L4 - Spring 2004 L4 Lecture 4 The Civil Service(A Basic Principles of the Operation of the Civil Service in the West(a Political

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Unformatted text preview: Spring 2004 L4 Lecture 4 The Civil Service (A) Basic Principles of the Operation of the Civil Service in the West (a) Political neutrality(政治中立)—civil servants should only be responsible for implementation of policy. They should be value-neutral, their own political beliefs should not affect their work, and their positions should not be affected because of political changes. (b) Civil servants are guaranteed life tenure (終身聘用), so that they can be impartial (公 正無私) and do not have to fear political pressures. (c) Bureaucratic (科層) operation—strict hierarchy, with subordinates obeying the superior. Detailed division of labor and specialization. (d) Tasks are clearly defined by written rules. Civil servants have to work according to clear written rules and regulations in an impersonal manner. (e) Civil servants are on a fixed and structured salary scale. They have relatively good fringe benefits, good retirement benefits, and job security. This will help to attract talent and encourage civil servants to be incorrupt and work according to the rules. (B) The Generalist Dominated System The 11 bureaus (決策局) are responsible for policy-making in their respective areas. They will also oversee implementation and be accountable for the results. Each bureau controls several departments(署), about 60 in total, which are responsible for execution of the policies. The bureaus are staffed by administrative officers (AOs)(政務官) —who are the core and cream of the bureaucratic polity. About 500 AOs assisted the POAS officials in decision-making. They are generalists who have all-rounded knowledge but not specialist knowledge, and good at language and presentation skills. The AOs serve and rotate in different departments or bureaus from time to time. This provides innovation of policies, reduces departmentalism, broadens the perspectives of decision makers, and facilitates coordination and communication. For example, Anson Chan (陳方安生) served in the Dept. of Agricultural and Fisheries, the Urban Service Dept., Finance Branch, the CNTA (政務總署), the Social Service Branch, then head of 1 Spring 2004 L4 Social Welfare Dept, Secretary for Economic Services, and then Chief Secretary. The criticisms against this generalist-dominated system include: (a) the lack of special knowledge in policy-making and knowledge in specific policy areas. (b) Rotation means that the AOs are sometimes not familiar with the policy when they first come to the post. (c) It leads to lower morale of the specialists, since their promotion chances and influence in decision-making is limited in the generalist-dominated system. (C) Public Sector Reform 1989 (公營部門改革) Background 1. Rapid expansion of government services, spending and civil service establishment in Hong Kong in the 70s and 80s. 2. New Public Management (NPM) was the dominant trend in welfare states in US and Europe since the 1980s. The main thrust of the reform was to minimize the size and activity of the state, to rely on the private sector to provide services, and to use privatesector management methods to manage the public sector. 3. The Finance Branch published a document on Public Sector Reform in 1989. The trend was continued and accelerated after 1997, as budget deficits became a big problem facing the government after the Asian economic crisis. Major principles 1. Improve efficiency, make a better use of resources; including saving resources, “do more with less”; 2. Develop a consumer-oriented culture; customer satisfaction as an important criterion for success and performance; 3. Increase flexibility, delegate authority to lower levels so as to make better use of resources; 4. Management for performance, performance appraisal as an important criterion for resource allocation; value for money (衡工量值) Major Reform Measures 1. Corporatization (公司化) —govt. departments were turned into govt-owned corporations so that they can work in a business-like manner. E.g., the KCRC. 2 Spring 2004 L4 2. Trading funds (營運基金)—some depts become trading funds which are then required to recover their own costs. They remain government depts, and their employees remain civil servants, but they then have to devise methods to raise revenue. (E.g., Post Office) 3. Contracting out (外判) – some jobs are contracted out to private companies (e.g., management of carparks in public housing estates, collection of garbage). This will reduce civil service establishment. 4. Privatization-- Some corporations’ shares are sold to private investors (e.g., MTRC) to draw in revenue. 5. Streamlining of government structure and saving of resources. For example, the Enhanced Productivity Program (EPP) (資源增值計劃) in 1998 asked all departments to improve productivity by 5% in three years. 6. Performance pledges (服務承諾)—certain performance standards, which the service providers have to meet, are set so that the public can monitor the performance of the civil service. 7. User-pay (用者自付) is established as a principle. Many services are no longer free, and the fees will be used to cover part of the costs. 8. Internal competition between public service units: units that perform better, according to set performance indicators, will receive more resources (e.g., universities). After 1999, because of the budget deficit, the government used different means to cut down the civil service establishment: (1) Vacancies left by retirement or resignation are not usually filled, and the tasks will be shared by other colleagues. (2) Cutting of civil service entry point salary in 2000, review of all benefits and allowances, and paycuts in 2002, 2004 and 2005. (3) Voluntary retirement schemes—civil servants get some extra compensation if they retire early. (4) Because of these efforts, the civil service establishment was cut from 198,000 in early 1999 to 175,000 in mid-2003. Problems and Criticisms against the PSR 1. Continued corporatization, privatization, paycuts, reduction of benefits, etc., affect the job prospects and employment conditions of the civil servants. It hurt their morale and led to protests. The paycut in 2002 brought the government into direct confrontation with the civil service unions. 2. Privatization, corporatization, and contracting out led to diffusion of responsibility and accountability problems (e.g., the building of public housing). As there are more and 3 Spring 2004 L4 3. 4. 5. 6. 7. more operators involved, and many of them non-government, it increases the costs and difficulty of monitoring. Sometimes money is saved, but the quality of service is affected because there are fewer staff handling the services (e.g. EPP). Sometimes the quality of service is improved only at the expense of the customers paying more money (e.g. trading funds, corporations). The trend of user-pay places heavier burden on the lower class. Contracting out and privatization led to ever-worsening working conditions of the contracted workers in private companies. It caused labor problems such as lack of control, low job security and very low-paid jobs. Sometimes the quality of service is affected because the subcontractor tries to maximize their profits and tries to economize on labor or material costs. The focus on performance measurement sometimes leads to goal displacement, or emphasis only on things that can be measured—“what gets measured gets done”. Much more resources spent on internal administrative work, monitoring and performance appraisal, rather than providing services. 4 ...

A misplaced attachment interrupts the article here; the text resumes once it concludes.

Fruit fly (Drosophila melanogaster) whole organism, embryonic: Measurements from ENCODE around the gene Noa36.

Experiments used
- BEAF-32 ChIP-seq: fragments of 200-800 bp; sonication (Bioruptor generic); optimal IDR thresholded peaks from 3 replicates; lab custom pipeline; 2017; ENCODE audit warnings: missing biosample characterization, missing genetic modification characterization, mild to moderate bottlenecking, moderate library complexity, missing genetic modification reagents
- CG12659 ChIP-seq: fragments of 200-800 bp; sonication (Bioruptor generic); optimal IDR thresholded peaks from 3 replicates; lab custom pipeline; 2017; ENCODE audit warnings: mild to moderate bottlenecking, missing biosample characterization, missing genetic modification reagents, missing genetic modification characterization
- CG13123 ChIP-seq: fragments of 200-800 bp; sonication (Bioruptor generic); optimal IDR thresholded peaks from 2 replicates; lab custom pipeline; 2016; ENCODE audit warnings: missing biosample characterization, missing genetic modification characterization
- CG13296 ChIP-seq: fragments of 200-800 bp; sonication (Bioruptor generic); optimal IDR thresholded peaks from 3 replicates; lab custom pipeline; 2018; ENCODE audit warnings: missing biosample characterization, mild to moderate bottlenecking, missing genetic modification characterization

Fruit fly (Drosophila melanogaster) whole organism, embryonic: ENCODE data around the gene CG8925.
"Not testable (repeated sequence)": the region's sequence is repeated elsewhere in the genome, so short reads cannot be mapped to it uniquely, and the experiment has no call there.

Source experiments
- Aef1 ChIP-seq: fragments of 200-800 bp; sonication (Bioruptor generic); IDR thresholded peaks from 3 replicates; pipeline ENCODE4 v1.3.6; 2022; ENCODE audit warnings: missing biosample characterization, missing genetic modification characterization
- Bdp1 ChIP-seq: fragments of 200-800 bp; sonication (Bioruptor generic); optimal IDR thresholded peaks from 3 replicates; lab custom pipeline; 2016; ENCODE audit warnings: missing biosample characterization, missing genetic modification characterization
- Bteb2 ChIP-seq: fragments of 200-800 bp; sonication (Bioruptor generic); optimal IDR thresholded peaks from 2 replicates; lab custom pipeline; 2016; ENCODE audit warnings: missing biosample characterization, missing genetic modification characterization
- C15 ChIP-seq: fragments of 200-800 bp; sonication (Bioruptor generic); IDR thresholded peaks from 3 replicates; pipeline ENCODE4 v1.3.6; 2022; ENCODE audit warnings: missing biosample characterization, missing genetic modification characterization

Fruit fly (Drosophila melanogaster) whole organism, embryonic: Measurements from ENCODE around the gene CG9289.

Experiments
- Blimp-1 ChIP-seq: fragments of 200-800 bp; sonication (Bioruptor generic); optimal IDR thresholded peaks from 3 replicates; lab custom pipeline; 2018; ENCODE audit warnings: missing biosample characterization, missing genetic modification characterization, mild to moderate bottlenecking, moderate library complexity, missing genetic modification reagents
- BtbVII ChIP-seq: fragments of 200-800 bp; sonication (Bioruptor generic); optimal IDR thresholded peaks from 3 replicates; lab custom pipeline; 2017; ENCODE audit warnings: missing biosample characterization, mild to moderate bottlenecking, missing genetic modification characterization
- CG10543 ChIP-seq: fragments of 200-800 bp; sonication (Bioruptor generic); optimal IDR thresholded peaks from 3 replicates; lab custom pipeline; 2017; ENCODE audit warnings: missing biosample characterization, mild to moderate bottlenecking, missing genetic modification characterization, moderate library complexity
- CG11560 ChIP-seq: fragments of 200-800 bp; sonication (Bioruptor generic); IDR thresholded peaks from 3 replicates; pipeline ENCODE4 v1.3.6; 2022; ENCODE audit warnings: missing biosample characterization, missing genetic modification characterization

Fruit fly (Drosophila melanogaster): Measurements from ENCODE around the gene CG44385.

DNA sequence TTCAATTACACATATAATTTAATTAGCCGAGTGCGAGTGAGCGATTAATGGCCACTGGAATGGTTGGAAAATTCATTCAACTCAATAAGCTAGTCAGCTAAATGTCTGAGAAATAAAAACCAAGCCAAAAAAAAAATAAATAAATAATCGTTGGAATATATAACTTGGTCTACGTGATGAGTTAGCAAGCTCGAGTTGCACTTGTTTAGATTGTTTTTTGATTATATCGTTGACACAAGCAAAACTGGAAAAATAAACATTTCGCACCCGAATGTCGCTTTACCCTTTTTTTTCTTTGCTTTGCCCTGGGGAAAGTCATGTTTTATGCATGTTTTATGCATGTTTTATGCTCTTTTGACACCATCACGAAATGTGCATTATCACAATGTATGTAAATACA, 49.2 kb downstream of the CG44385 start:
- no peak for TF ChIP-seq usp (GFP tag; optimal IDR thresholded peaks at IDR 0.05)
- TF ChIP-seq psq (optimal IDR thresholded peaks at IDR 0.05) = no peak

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This note was uploaded on 09/16/2010 for the course SOSC SOSC198 taught by Professor Michelle during the Spring '09 term at HKUST.